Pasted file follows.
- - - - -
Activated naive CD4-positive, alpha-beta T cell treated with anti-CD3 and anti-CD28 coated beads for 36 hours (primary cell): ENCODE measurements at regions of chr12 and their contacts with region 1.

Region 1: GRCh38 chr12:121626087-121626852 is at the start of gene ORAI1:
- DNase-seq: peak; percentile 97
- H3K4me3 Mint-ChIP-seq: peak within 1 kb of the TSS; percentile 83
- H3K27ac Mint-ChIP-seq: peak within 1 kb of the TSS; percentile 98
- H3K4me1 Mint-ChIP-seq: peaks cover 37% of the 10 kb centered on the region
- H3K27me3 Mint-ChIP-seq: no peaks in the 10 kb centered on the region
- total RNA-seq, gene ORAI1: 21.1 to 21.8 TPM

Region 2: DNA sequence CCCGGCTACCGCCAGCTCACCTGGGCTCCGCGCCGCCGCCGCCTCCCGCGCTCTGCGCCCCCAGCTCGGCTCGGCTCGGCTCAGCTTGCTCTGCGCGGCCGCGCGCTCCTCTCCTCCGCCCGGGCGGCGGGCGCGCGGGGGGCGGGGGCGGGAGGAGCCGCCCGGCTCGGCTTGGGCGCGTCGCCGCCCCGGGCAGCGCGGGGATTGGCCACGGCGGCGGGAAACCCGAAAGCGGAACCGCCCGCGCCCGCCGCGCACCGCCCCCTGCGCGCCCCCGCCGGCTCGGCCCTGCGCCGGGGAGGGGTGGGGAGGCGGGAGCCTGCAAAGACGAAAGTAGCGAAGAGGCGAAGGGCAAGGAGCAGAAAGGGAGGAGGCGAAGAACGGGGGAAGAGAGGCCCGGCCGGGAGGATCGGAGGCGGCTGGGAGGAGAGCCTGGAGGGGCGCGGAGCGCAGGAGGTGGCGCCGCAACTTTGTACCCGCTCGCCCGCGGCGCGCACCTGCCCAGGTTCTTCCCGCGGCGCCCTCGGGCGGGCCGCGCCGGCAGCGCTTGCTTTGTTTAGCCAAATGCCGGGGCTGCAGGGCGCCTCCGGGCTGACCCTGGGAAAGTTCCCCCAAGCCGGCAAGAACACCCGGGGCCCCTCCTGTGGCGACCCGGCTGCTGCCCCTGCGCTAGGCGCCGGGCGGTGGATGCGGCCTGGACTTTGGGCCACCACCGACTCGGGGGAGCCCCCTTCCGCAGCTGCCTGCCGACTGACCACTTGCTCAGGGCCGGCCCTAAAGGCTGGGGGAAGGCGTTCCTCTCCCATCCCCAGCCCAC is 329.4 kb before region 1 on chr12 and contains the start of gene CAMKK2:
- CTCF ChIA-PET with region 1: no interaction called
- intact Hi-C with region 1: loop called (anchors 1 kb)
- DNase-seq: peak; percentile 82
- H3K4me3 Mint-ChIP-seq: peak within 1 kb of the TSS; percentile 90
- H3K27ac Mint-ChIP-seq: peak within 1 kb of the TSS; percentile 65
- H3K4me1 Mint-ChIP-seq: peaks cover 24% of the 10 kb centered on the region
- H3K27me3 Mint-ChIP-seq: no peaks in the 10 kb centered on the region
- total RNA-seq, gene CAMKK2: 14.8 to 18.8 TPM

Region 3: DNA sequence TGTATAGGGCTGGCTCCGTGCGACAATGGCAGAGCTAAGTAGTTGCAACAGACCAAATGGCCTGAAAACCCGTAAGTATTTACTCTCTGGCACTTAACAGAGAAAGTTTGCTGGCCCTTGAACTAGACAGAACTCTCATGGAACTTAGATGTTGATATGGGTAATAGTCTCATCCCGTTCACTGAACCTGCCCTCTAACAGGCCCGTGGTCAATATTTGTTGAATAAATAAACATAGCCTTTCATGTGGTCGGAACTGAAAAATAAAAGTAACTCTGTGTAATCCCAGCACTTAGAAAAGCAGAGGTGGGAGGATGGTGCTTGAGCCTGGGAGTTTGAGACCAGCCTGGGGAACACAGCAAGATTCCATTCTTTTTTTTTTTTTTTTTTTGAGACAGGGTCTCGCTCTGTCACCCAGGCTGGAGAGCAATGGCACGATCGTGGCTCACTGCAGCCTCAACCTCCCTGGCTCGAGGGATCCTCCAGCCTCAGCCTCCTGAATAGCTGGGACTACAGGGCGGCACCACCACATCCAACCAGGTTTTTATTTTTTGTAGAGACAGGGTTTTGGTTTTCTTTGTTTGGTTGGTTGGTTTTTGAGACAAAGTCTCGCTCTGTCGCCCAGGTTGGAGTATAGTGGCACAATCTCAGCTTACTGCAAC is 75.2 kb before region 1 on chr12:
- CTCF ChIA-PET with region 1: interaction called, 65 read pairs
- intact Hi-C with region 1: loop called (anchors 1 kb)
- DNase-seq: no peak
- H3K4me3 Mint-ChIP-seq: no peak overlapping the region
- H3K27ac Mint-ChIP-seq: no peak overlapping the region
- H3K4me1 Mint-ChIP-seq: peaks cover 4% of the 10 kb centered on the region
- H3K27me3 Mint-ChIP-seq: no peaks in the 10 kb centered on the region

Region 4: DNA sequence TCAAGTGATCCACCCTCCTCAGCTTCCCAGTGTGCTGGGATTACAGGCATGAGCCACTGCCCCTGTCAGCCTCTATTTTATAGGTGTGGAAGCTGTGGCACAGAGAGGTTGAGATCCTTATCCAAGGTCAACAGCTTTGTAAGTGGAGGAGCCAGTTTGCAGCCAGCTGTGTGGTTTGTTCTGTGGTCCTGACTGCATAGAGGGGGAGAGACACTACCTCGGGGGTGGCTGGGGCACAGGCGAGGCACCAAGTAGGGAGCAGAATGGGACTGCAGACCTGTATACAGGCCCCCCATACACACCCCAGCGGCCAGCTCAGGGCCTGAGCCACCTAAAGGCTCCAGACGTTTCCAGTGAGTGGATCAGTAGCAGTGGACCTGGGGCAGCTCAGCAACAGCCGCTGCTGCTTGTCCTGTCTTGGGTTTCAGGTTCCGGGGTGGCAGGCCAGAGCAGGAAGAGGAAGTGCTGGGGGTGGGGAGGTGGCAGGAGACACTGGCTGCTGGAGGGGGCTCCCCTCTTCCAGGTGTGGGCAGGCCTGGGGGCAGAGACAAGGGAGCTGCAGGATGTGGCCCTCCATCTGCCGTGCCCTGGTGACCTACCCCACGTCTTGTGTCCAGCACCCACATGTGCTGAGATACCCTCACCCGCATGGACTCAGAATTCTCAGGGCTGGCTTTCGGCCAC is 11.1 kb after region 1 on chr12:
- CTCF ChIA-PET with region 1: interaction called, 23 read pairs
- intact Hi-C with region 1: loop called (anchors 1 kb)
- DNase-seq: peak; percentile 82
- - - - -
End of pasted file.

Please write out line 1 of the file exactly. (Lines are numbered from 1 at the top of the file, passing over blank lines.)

Activated naive CD4-positive, alpha-beta T cell treated with anti-CD3 and anti-CD28 coated beads for 36 hours (primary cell): ENCODE measurements at regions of chr12 and their contacts with region 1.